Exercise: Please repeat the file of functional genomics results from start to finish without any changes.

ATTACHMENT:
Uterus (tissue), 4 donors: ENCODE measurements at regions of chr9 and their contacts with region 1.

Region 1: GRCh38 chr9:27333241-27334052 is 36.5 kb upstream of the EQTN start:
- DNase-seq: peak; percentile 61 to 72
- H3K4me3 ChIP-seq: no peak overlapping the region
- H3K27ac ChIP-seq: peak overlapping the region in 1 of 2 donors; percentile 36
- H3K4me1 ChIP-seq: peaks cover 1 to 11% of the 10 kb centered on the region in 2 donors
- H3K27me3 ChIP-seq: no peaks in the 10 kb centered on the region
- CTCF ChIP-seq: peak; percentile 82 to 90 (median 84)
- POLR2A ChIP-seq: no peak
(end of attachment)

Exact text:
Uterus (tissue), 4 donors: ENCODE measurements at regions of chr9 and their contacts with region 1.

Region 1: GRCh38 chr9:27333241-27334052 is 36.5 kb upstream of the EQTN start:
- DNase-seq: peak; percentile 61 to 72
- H3K4me3 ChIP-seq: no peak overlapping the region
- H3K27ac ChIP-seq: peak overlapping the region in 1 of 2 donors; percentile 36
- H3K4me1 ChIP-seq: peaks cover 1 to 11% of the 10 kb centered on the region in 2 donors
- H3K27me3 ChIP-seq: no peaks in the 10 kb centered on the region
- CTCF ChIP-seq: peak; percentile 82 to 90 (median 84)
- POLR2A ChIP-seq: no peak